A way to resolve disputes
There is no doubt the Addison Rutland Natural Gas Project will strengthen our economy, help retain and create
jobs by cutting heating bills by 40 to 50 percent and significantly reduce greenhouse gas emissions — advantages that help Vermont transition toward a cleaner and more affordable energy future. However, one of the most challenging elements of all public infrastructure projects is the impact on landowners.
Vermont Gas has tremendous respect for landowners who host public infrastructure of all types — roads, sidewalks, and water, sewer, electric and natural gas lines, for example. We always want to reach a fair and personalized agreement with every landowner and minimize the challenges presented to landowners by the regulatory proceedings. The 135 Vermonters who make up Vermont Gas all want to be good neighbors and good stewards, as we have been in Chittenden and Franklin counties for 50 years. Since 2001, Vermont Gas has installed more than 250 miles of distribution and transmission pipeline and never had to use eminent domain for any of these new installations.
For the current phase of the Addison Rutland Natural Gas Project, a collaborative route-finding process was used to minimize environmental and landowner effects. Significant portions of the route were located in existing transportation and utility corridors. We also adjusted significant portions of the route in response to community and landowner input. In several communities, we moved the route into a pre-existing electric utility area to minimize disruptions and inconvenience.
We’ve worked for many months to reach consensus agreements with landowners. Of the 220 properties along the route, we have reached agreements with almost 70 percent of the landowners and are involved in productive negotiations with another 20 percent. There are 10 percent — or about 20 landowners — who we have not been able to reach agreements with. This is unfortunate, but not uncommon in large public infrastructure projects.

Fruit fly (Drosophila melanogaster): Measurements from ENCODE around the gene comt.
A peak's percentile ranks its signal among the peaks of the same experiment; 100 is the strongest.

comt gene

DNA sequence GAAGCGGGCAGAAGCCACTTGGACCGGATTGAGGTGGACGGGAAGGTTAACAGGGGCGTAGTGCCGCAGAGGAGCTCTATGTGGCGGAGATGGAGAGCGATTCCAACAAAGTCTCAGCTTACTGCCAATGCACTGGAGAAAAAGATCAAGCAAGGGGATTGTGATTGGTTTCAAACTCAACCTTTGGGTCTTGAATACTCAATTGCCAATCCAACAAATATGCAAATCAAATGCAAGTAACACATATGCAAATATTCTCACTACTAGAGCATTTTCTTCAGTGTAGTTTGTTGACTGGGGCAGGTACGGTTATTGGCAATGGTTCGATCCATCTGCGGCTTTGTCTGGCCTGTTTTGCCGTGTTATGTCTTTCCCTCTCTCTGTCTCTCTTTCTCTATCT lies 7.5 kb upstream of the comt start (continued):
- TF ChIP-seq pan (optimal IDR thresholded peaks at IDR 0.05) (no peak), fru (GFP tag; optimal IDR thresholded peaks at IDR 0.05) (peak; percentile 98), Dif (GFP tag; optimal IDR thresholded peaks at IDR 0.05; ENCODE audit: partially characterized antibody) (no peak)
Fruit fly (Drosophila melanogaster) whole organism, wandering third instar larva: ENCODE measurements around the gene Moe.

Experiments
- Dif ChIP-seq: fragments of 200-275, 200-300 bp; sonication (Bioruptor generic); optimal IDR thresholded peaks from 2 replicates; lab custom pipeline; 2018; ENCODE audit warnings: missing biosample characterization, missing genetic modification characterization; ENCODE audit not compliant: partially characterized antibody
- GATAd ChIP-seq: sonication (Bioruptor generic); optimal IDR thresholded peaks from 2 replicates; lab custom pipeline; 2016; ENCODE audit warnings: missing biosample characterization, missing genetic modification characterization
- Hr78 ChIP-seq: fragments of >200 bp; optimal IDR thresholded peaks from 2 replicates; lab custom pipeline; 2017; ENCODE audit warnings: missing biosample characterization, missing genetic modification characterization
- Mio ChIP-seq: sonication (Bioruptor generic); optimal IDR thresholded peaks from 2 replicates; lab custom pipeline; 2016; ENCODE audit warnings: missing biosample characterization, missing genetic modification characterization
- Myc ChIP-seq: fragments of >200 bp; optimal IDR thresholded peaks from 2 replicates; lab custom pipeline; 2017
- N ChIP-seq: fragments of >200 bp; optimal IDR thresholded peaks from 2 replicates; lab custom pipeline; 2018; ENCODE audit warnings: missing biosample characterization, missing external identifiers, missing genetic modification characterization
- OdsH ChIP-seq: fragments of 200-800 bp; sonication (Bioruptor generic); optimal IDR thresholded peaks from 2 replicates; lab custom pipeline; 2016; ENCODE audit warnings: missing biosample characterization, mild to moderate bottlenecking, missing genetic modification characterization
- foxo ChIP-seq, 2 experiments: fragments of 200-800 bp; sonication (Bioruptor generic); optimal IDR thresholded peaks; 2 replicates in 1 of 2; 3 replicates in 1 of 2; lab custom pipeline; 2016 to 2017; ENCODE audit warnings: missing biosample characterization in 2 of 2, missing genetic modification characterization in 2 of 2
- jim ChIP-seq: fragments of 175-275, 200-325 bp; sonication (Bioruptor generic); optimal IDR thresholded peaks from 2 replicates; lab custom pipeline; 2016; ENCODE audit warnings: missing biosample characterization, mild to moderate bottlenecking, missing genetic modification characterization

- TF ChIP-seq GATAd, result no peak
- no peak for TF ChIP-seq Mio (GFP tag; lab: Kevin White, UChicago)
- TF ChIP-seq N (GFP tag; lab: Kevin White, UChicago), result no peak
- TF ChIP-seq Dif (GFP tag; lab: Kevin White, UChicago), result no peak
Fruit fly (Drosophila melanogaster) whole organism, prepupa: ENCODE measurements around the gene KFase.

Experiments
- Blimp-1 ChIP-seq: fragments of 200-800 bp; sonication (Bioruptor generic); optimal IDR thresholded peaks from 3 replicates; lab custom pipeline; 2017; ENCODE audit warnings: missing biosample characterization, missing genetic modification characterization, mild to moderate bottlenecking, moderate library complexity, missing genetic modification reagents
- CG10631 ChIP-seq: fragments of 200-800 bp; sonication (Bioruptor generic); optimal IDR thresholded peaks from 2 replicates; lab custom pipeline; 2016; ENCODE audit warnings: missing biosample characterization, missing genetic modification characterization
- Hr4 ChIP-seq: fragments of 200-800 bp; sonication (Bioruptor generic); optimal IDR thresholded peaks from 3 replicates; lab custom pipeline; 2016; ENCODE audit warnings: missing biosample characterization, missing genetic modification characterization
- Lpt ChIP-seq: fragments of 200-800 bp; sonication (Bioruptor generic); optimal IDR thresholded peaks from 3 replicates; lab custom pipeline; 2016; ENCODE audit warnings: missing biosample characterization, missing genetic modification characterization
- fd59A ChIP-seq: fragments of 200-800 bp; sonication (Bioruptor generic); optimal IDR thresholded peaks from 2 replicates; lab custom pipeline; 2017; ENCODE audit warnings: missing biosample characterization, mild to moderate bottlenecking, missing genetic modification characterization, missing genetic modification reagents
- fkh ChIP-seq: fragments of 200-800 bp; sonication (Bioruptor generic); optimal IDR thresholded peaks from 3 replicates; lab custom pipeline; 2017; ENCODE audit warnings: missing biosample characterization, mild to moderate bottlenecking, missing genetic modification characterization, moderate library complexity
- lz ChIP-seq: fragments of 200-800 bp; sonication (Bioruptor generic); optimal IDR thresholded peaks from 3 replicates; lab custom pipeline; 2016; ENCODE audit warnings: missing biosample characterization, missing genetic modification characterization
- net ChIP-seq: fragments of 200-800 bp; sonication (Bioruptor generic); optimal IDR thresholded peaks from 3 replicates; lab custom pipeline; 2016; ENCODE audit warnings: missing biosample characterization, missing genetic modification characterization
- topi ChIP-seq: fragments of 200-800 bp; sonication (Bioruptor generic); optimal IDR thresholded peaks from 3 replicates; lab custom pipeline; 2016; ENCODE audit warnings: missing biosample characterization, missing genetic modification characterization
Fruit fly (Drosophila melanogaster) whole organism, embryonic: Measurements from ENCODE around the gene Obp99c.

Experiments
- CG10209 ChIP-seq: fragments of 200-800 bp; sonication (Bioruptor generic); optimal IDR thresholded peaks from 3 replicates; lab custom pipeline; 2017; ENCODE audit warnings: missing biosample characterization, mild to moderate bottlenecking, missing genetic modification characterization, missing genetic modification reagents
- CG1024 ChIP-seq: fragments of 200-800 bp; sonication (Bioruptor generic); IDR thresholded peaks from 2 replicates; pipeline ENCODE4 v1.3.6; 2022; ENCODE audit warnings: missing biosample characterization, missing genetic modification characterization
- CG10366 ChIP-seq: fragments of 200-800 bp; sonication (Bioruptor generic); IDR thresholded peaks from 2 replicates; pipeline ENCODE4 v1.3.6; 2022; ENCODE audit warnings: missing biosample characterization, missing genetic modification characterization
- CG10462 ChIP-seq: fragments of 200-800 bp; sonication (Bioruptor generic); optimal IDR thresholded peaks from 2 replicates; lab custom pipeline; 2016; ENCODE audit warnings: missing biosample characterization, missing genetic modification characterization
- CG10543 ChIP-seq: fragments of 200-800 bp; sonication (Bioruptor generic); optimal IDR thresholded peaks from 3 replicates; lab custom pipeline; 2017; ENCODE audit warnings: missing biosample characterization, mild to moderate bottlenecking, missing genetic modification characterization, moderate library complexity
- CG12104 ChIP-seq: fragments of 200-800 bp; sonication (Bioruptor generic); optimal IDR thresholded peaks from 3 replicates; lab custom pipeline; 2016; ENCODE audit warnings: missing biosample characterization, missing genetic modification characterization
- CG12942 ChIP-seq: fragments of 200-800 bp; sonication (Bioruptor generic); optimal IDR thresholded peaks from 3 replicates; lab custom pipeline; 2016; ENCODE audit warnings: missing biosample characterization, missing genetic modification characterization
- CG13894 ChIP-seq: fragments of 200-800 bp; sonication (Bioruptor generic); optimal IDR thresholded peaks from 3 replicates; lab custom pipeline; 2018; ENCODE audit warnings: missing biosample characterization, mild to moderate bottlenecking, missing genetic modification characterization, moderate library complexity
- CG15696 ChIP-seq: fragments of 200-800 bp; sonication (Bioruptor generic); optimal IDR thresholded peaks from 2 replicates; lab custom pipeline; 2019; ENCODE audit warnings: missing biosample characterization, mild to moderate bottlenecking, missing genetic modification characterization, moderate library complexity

Recently, Vermont Gas announced we would offer and fund neutral, third-party mediation for landowners where our conversations have stalled. Mediation is a time-tested and proven means of settling disagreements. Landowners will be able to choose from a list of qualified mediators who will have discretion in establishing the framework and ground rules for the mediation process. Inviting these landowners to participate in neutral mediation and offering an alternative to a fully litigated resolution is one way for Vermont Gas to show we understand this is a challenging process for some landowners.
To maintain the schedule necessary to deliver the 4,000 residents and businesses of Addison County the savings and reduced greenhouse gas emissions the project can provide, we must proceed with the regulatory process. This means Vermont Gas will have to initiate eminent domain proceedings for this small number of landowners, but landowners will be offered neutral, third-party mediation hopefully to minimize the full process.
While we will have to keep the project moving forward, we hope this new, neutral mediation option will result in agreements that ultimately eliminate the need for the full eminent domain process.
The 41-mile natural gas system from Colchester to Middlebury can cut energy bills in half and reduce greenhouse gas emissions by about 25 percent for 4,000 residents and businesses in Addison County. Ultimately, we hope to extend these benefits to more than 16,500 additional homeowners and employers in Addison and Rutland counties.
As we move forward, we will redouble our efforts to demonstrate our tremendous respect for the landowners who host the public infrastructure essential to a stronger economy and a cleaner, healthier environment.
Eileen Simollardes is vice president for Vermont Gas Systems.